Outside, a thickness of night. Streetlights were lollipops of bright snow…
The Buddha laughed in silence from the mantelpiece. Around him, a lushness of poinsettias. Below, a fire Lotto had dared to make out of sticks collected from the park. Later, there would be a chimney fire, a sound of wind like a rushing freight train, and the trucks arriving in the night.
Mathilde came back in the door, carrying a tray. Glorious in her silver dress, her hair platinum, in a Hitchcock twist: she’d gotten fancy since she’d been promoted six months earlier. Lotto wanted to take her into the bedroom and engage in some vigorous frustration abatement. Save me, he mouthed, but his wife wasn’t paying attention…
She turned off the chandelier so the Christmas tree with its lights and glass icicles overcame the room, and he pulled her onto his lap. “Breathe,” Lotto said softly into his wife’s hair.
commentary: The most talked-about book of 2015? The claim has been made for this book, but I think it’s most certainly not true in the UK, and I’m not sure in general – surely A Little Life by Hanya Yanagihara was more the focus of literary chitchat? (I explain here why I hated A Little Life.)
There are faint similarities between the books – one of the paras I wrote about Life absolutely stands for this one too, every word of it:
The writing and story are certainly compelling in a weird way, but the style is also very workmanlike, nothing special, and is done in that strange manner peculiar to modern US novels where everything is written as history: first this happened, then this happened, then they went uptown, then it was Thanksgiving. It is quite a distancing way of writing.The structure of the book is clear: it tells the story of the marriage of Lotto and Mathilde over more than 20 years, with looks back at their childhoods. The first half is from Lotto’s point of view, the second moves to Mathilde – and the reader is going to find out a lot of secrets, a lot of reasons why Lotto’s p.o.v. isn’t always the correct one. It is a very clever concept, and parts of it are very well done but still I thought there was a lot wrong with the book. I found the Lotto part of the story anodyne and dull, and I don’t see why anyone would keep reading except with the knowledge that everything is going to be turned upside down in the second half, the reader hopes for a clever twist. But that’s a lot of pages to wade through about how clever Lotto is, and how charming and talented and (eventually) successful.
Mathilde’s version is refreshing, coming in like a cold sharp knife through ice-cream. But it’s completely unbelievable, and much of it makes no sense. These people were presumably born in the late 1970s – Mathilde seems to be coming from the 1930s here, it all seems frightfully un-modern. The means by which she gets through college is ludicrous - completely nonsensical. I liked her character for being sharp and hard and unforgiving, but the pieces didn’t fit together. If you want to be rich, why do you then do all your own cleaning? There was an interesting subtext amid the Grimms’ fairytales, about how much work women do in a relationship, that the man could not or would not do, and cannot even appreciate. Lotto ‘had never scrubbed a toilet; he had never paid a bill. How would he write without her?’ is one of the most significant lines in the book. It’s a pity it got lost in the OTT plot.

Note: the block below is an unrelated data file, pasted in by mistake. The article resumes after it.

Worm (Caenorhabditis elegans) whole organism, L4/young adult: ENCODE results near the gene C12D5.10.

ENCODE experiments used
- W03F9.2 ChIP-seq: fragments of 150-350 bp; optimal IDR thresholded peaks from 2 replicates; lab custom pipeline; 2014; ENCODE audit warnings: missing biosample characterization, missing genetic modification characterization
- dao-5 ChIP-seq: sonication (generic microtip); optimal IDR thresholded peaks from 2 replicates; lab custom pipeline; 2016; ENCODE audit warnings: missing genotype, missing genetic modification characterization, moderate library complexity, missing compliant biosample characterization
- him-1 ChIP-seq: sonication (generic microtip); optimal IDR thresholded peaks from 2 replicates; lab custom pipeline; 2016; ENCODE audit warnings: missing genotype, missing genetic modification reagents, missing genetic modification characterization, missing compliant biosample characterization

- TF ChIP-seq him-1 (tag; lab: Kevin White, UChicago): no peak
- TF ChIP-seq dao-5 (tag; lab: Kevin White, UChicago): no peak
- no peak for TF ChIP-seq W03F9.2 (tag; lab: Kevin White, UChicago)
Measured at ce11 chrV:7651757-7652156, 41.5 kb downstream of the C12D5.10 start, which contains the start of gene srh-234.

There are moments where the writing is good and perceptive:
Oh, Lotto, Mathilde thought with loving despair. Like most deadly attractive people, he had a hollow at the center of him. What people loved most about her husband was how mellifluous their own voices sounded when they echoed back.The second half of the book most certainly kept me reading: I did really want to know what was going to happen. But the results were disappointing.
SLIGHT VAGUE PLOT SPOILER
There’s a plot problem the book has in common with the recent Woody Allen film Blue Jasmine: If someone is involved in a dreadful financial scam, specifically a Ponzi scheme, everything is not going to be all right if the first person to find out DOESN’T tell the feds. THE MONEY HAS GONE. It’s not a vague low point, reserves a bit low, it’s a fraudulent enterprise. So the whistleblower is not to blame that there’s no money, and conversely if the whistleblower backs down that won’t resolve the crisis. The very basic economics of this seems to have eluded Mr Allen and Ms Groff.
END OF SPOILER
Also the character names are ludicrous, while the dog is perhaps the most pretentiously named pet in all fiction – it is called God. And the excerpts from Lotto’s genius plays are unreadably bad:
GO: countertenor, offstage; onstage, a puppet in water or a hologram that remains the entire opera in a glass tank-- which might be funny if it didn’t go on for pages. And: another Go – the character name I most complained about in the book Gone Girl. Fates and Furies has been compared with the Gillian Flynn bestseller – but Gone Girl at least is an honest work of crime fiction, setting out to trick the reader in a certain way. This has claims to be literary fiction, but resembles Fifty Shades of Grey. It’s infuriating because it could have been so much better.
ROS: tenor, Go’s lover
CHORUS OF TWELVE: gods and tunnelers and commuters
The lady in silver with the updo is Sienna Miller at Cannes.